Blizna and Niwiska, two wilderness villages in Poland, share a prominent place in America’s history of space travel. It was there the German’s top-secret V-1 and V-2 rockets were launched for experimental and training purposes during WWII from 1943 to the summer of 1944. The research and knowledge acquired from the V-1 and V-2 missile program that ended in Blizna would lead to the first intercontinental ballistic missile, the first spy satellite and the “small step” taken by astronaut Neil Armstrong.
V-2 missile crashing during WWII
The post-WWII space race between the Soviet Union and the United States had its origins in these remote villages because of what their scientists had learned about rocket engineering. During the war, much of this information was smuggled to the Allies due to the amazing dedication of the local foresters and AK or Armia Krajowa. The Russians pushed out the Germans in August 1944 and were desperate to retrieve missile fragments and information the Nazis had left behind.
Fragments of missile assembly area in Blizna
The story begins in the years preceding WWII. Wernher von Braun, a preeminent scientist of Germany’s pre-war rocket development program and later the post-war director of NASA’s Marshall Space Flight Center was inspired in the 1930s by a science fiction movie “Woman in the Moon.” What had been conceived as a creative and ambitious vision of von Braun and his peers for space travel was turned into a sinister weapon of mass destruction by the Nazis. Von Braun worked at the Peenemunde and Blizna test sites and personally visited the missile impact areas to troubleshoot any problems discovered during trials.
von Braun with German officers in Blizna
The development of the V-1 flying bomb and the V-2 missile was originally housed in Peenemunde on the Baltic coast in Germany until the Allies destroyed much of the facility in August 1943. While the scientists’ housing was the first target, the British unfortunately also destroyed the nearby concentration camp. Some of the prisoners who perished were the ones who first alerted the British to the existence of Hitler’s top-secret weapon’s program.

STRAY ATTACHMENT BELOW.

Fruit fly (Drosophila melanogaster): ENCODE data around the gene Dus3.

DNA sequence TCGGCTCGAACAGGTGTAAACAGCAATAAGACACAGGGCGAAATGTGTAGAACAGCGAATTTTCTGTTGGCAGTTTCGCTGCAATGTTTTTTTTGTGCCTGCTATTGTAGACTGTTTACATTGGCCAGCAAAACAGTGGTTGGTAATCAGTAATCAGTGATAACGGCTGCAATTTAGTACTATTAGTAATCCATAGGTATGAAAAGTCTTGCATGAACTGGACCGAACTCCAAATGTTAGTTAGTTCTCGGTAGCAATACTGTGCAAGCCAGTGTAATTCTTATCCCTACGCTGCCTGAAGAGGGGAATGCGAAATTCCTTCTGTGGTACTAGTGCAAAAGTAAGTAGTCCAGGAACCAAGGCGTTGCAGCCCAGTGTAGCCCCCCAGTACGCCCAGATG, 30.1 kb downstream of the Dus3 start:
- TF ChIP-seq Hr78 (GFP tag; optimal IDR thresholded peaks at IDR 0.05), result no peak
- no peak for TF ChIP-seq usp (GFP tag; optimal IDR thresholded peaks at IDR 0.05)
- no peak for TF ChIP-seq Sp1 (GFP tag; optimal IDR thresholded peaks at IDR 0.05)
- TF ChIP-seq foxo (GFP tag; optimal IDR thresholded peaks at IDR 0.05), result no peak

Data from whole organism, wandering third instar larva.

The research and testing program for the V-1 and V-2 missiles was then moved to the secluded area near Blizna in the fall of 1943. The adjacent villages of Niwiska and Pustkow had been previously evacuated to house an SS military base in the early years of the war and had been well developed by the time of the missile program’s move to Blizna. Himmler himself recommended the move to this area.
The new location in Blizna was desirable as it was outside the range of the Allied bombers. Most of the villagers had already been evacuated to live in nearby villages. Other villagers who were forced to serve the Nazi’s goals lived in facilities within the boundaries of Camp Heidelager, the largest SS training camp outside of Germany while they worked in construction, farming, carpentry, and as maids, cooks, and servants.
Polish Slave Laborers in a German Ammunition Factory
Two hundred of the slave laborers came from the concentration camp in nearby Pustkow. They were used to build the new infrastructure starting with concrete roads and then a narrow-gauge railway to link to the station at Kochanowka. Barracks, bunkers, buildings and specialized equipment for the firing of the rockets were needed. During WWII 15,000 people died in the Pustkow Concentration Camp.
Polish Slave Laborers working for the Germans